Generalists in journalism


Over the years, the line between being a journalist and a generalist has become thinner and thinner, in that journalists are now expected to have all the answers. At least that is what the coming of the electronic media has done to the people of my country. The press corps is no longer treated as what they are stereotypically supposed to be, i.e., independent and detached observers reporting on what they see. In theory, a good reporter must never draw conclusions from incomplete facts. And that is exactly what reporting in my country is like now, a race for incomplete facts and, sometimes, half-truths and baseless speculation.

The real money, as many large Pakistani media houses have concluded, lies in sensationalism and drama. What makes for good viewing is good for business, especially given the kind of cutthroat competition that is inherent in the news business. But we must face facts and the fact is that the news media is, at the end of the day, just another corporate entity; a money-making machine designed to generate profits. This means that all the lofty ideals such as how the independent media always has the interests of the public at heart are actually just so much hot air. The truth is that newspapers and TV channels will only run with stories that sell. Accuracy and academic discourse, therefore, find little airtime on the dozens of news channels that populate my cable TV.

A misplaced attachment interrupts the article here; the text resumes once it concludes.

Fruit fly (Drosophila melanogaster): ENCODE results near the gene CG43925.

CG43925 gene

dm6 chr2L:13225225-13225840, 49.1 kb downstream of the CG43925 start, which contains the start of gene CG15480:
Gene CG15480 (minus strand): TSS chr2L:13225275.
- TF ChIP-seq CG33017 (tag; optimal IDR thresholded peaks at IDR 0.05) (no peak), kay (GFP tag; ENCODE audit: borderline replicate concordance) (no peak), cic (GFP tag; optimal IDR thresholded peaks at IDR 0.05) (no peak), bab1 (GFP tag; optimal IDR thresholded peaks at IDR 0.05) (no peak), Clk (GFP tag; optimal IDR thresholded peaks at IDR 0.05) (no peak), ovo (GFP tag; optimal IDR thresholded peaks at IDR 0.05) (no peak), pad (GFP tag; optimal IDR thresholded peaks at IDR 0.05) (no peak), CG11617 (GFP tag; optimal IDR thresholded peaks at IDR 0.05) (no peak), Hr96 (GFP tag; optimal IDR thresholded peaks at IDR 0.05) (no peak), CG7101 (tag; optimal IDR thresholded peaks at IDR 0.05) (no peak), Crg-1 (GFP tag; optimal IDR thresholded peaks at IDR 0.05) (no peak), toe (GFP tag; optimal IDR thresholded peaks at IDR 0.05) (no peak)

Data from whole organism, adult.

Hindsight, they say, is often 20-20. I, however, disagree with that notion and believe that unless you have all the facts (a possibility as remote as finding the answer to the ultimate question of Life, the Universe and Everything), you can never have the complete picture. This statistical improbability can be defeated though, and my weapon of choice would be background knowledge. The best way to acquire said knowledge is to go to school, because it is only in an academic environment that one can truly question, poke, prod, dissect and explore an idea. This is also the ideal environment in which to learn to empathise, disagree and find common ground simultaneously. Empathy is important, because it lets you better understand the kind of person (or persons) you are dealing with and help you arrive at a better solution than you would get if you tried to impose your views on someone.

Disagreement is as indispensable, in my opinion, as language is in a conversation. This is because you cant understand what someone wants without first discovering what they dont want. And finally, establishing common ground is the only good way to solve most problems, and that is what I want to do.

As I pointed out at the beginning, the people of Pakistan now look to the media as if it were some sort of messiah, waiting to deliver them from their respective fates. Everyone wants their problems to end, preferably immediately. This would be a perfectly reasonable demand, if anyone was prepared to listen to reason. In a place where the average viewer tunes into the night time chat shows expecting to see a good entertaining fight between members of the treasury and the opposition, or better yet, ministers and treasury backbenchers, you can hardly expect logic and level-headedness to prevail over histrionics and drama.

The only way to save the Pakistani media, therefore, is to educate the generalists. It is unfortunate that while the US, UK and other first-world nations are at pains to offer mid-career professionals scholarships for higher education, there is not a single credible institution in our own backwater that imparts training and/or background knowledge to the people who everyone looks up to.

The writer is a broadcast journalist.